The advent of the Internet created a wealth of opportunities for small businesses. Gone were the days where having an idea required peddling door to door or setting up at a weekend craft market. Now, with a website and an e-commerce platform, a small business could do just that – be in business without ever having to come face to face with its customers.
But what about those businesses that are inherently client facing? Those whose customers have the need and desire to try before they buy? Retailers like clothing and other apparel makers and food and beverage companies almost always face an uphill battle garnering customers that have not seen, felt or tried the products in person first. Thus, these businesses have always relied on a necessary component – brick and mortar (aka stores).
Any small business can confirm that in terms of startup costs, establishing a storefront is possibly the most expensive one. Traditionally, commercial lease periods tend to be in larger duration (10 or 5 years). At times, landlords may consider a smaller, 3 year period, but are unlikely to go below that threshold. There are build out costs (usually tens of thousands), permitting and licensing fees and a host of other debts a business will incur before they even open their doors. The biggest cost, however, is likely the rent they will pay for leasing their commercial space. On top of that, it is nearly impossible to find a space whose square footage is suitable for a small business that is just stating out on their venture. And if you do, it will cost you your entire 401K savings.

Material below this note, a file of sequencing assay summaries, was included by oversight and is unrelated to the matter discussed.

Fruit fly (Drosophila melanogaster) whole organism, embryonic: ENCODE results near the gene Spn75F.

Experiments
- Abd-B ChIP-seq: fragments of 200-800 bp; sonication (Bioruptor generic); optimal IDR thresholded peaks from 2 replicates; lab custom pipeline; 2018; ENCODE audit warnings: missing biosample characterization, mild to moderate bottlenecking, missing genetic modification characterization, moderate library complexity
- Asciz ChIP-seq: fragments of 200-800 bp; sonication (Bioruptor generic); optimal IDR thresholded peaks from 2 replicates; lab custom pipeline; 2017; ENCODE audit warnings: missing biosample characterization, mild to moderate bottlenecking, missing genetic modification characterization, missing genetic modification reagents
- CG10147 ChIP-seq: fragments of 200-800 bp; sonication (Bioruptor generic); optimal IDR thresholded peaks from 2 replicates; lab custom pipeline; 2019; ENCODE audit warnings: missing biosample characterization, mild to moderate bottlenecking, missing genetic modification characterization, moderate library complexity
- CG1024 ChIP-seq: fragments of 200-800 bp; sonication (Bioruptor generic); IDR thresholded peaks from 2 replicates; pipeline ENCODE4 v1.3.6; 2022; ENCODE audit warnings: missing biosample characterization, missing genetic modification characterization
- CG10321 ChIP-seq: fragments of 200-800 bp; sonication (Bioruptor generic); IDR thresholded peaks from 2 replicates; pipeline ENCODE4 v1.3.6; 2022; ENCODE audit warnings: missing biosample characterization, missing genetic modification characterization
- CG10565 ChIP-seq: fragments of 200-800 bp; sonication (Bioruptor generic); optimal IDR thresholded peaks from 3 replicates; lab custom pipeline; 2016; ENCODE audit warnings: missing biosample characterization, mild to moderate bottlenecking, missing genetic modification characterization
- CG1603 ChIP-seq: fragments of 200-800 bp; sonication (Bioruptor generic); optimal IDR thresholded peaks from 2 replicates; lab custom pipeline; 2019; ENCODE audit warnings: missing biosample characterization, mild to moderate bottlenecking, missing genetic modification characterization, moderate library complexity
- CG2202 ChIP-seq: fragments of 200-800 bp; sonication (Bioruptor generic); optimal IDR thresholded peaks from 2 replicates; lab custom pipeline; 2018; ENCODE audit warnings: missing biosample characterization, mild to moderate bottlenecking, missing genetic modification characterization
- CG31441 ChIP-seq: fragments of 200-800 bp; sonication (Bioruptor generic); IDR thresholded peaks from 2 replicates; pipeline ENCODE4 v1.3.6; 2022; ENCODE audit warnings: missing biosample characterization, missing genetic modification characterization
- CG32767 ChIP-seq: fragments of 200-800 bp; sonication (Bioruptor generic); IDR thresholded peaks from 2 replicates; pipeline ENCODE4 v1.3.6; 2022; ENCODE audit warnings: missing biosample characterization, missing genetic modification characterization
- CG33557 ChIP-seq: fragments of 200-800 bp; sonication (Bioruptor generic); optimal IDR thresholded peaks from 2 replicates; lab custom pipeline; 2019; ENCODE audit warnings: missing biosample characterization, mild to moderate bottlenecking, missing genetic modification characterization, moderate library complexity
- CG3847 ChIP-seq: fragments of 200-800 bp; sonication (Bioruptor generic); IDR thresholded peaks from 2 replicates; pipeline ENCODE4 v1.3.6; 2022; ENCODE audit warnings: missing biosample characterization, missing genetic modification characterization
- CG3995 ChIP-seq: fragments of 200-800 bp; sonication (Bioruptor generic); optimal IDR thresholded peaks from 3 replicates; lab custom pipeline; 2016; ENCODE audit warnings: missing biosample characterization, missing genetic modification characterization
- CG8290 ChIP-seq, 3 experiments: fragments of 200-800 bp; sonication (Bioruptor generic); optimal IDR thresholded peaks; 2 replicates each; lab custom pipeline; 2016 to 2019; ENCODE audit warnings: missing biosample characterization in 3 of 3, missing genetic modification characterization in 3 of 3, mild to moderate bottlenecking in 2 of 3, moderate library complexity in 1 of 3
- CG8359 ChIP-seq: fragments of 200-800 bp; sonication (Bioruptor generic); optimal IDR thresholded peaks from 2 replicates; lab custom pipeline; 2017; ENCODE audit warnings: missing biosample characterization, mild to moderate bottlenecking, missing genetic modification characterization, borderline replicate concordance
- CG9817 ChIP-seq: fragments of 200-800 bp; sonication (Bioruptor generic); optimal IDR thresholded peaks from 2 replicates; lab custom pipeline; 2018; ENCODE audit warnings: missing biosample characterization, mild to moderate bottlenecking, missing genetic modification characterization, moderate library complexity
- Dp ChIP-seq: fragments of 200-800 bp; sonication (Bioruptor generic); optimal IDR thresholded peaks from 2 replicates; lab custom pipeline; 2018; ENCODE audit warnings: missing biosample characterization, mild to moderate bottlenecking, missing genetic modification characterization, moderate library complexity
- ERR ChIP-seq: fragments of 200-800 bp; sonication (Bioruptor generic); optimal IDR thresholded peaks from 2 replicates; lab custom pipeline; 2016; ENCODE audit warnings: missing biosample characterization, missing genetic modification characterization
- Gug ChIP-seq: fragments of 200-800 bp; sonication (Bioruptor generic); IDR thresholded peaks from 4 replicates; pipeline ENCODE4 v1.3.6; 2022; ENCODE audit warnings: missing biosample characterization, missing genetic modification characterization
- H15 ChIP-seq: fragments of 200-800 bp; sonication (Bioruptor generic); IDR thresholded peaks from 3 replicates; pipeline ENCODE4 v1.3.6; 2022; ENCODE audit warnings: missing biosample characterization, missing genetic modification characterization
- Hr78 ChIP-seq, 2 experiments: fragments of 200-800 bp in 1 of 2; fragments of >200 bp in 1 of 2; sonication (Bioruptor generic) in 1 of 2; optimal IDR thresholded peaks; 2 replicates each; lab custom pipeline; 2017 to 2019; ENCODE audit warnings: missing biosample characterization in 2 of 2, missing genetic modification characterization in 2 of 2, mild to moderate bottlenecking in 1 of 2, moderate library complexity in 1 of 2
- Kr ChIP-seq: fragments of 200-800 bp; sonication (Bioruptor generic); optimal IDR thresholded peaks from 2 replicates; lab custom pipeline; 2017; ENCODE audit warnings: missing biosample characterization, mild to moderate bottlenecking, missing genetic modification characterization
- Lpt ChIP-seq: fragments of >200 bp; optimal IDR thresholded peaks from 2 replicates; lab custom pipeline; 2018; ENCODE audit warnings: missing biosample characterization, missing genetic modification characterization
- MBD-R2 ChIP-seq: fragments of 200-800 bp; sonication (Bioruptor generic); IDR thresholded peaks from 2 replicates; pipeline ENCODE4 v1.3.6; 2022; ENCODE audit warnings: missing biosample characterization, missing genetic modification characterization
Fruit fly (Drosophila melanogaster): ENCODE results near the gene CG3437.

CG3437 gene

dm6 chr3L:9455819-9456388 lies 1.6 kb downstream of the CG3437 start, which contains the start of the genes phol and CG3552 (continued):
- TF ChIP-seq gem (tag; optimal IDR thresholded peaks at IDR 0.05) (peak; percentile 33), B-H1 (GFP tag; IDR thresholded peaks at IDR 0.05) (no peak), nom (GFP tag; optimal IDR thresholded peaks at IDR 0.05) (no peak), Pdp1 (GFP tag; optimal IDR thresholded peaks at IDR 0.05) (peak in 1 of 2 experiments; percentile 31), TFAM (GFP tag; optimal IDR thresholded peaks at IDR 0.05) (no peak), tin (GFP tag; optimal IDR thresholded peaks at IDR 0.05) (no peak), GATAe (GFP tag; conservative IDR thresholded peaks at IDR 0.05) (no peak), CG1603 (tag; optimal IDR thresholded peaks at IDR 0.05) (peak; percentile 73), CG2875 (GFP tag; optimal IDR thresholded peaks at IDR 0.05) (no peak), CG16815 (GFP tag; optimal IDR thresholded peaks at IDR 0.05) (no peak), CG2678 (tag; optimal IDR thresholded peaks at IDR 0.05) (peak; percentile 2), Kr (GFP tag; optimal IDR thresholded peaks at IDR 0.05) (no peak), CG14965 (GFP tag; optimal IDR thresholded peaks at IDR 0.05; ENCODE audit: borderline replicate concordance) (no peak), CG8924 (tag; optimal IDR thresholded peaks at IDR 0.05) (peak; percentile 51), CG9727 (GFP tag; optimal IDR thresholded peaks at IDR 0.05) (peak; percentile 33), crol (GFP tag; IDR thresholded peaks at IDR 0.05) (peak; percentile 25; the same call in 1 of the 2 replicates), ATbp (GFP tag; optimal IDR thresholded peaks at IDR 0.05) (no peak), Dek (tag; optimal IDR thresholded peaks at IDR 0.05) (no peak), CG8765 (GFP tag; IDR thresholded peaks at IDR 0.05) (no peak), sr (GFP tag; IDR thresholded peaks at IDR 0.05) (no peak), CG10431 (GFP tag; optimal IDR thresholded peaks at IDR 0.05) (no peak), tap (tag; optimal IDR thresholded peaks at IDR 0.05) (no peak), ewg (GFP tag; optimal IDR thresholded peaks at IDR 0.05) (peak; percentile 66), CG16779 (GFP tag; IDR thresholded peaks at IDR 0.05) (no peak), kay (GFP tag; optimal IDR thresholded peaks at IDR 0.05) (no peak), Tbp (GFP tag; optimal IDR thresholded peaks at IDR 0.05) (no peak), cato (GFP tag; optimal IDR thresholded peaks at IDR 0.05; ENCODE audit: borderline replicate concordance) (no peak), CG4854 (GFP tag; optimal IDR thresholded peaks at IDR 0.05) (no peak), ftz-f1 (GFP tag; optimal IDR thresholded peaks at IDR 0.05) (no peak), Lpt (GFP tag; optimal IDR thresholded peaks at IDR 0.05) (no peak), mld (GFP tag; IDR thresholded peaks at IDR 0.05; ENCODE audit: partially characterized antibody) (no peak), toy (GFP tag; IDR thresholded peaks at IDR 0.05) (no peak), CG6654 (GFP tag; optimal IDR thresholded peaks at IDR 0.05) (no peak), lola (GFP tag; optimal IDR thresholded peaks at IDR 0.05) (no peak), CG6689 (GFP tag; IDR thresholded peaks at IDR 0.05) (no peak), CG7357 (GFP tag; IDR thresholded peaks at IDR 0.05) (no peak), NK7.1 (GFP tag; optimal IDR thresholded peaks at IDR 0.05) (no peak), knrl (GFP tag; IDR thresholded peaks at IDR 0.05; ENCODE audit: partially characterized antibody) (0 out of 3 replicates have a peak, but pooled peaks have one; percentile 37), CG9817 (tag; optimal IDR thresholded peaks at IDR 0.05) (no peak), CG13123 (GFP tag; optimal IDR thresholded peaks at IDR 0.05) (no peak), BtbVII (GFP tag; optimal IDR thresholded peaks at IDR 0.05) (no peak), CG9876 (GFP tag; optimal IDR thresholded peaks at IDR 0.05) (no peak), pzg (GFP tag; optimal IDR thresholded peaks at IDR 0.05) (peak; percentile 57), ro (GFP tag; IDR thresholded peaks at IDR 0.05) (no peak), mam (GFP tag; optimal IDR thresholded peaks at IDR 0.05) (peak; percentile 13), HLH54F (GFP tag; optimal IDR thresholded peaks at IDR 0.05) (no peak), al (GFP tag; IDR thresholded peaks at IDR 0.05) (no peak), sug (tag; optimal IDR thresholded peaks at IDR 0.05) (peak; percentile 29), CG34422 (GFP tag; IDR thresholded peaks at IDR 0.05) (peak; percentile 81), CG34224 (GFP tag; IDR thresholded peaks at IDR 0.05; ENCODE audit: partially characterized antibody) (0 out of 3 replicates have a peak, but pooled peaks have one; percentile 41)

When we began our search for commercial space, we knew we wanted the space to be small. The only problem, most commercial spaces we saw in the NYC area were large (1,000+ sq. ft.) and most landlords would not devise (break it down) under that threshold. We were lucky enough at one point to find a spot in a new food market for 150 sq. ft. (score!) and when we went to see it, found out that it leased for ($3,500/month -ugh!). We continued the search and looked at everything. The smallest space we could find was about 800 sq. ft., still too large by our standards, but seemed to be the most “reasonable” in totality. We considered it heavily, but just couldn’t bring ourselves to sign.
We firmly believe that Micro-Retail is the future. Small businesses, running on razor thin margins still need to have a physical presence for their customers to come try a product. Customers still want a place to come to, sample goods, get a feel for the items and perhaps even engage with the business owners.
Micro-retail locations, those that are perhaps 200 sq. ft. or less, are the wave of the future. With businesses, shopping malls and restaurants, increasingly closing their doors (more so since COVID-19 has struck), commercial spaces will never be re-let again until something changes. Small, manageable spaces, would allow smaller businesses to take a risk, invest a smaller amount and still create a lifeblood to their customers.
For micro-retail to succeed it requires both businesses and landlords changing their mindsets. Without reframing the approach, retail as we know it will be gone forever.
#klado #thefuture #microretail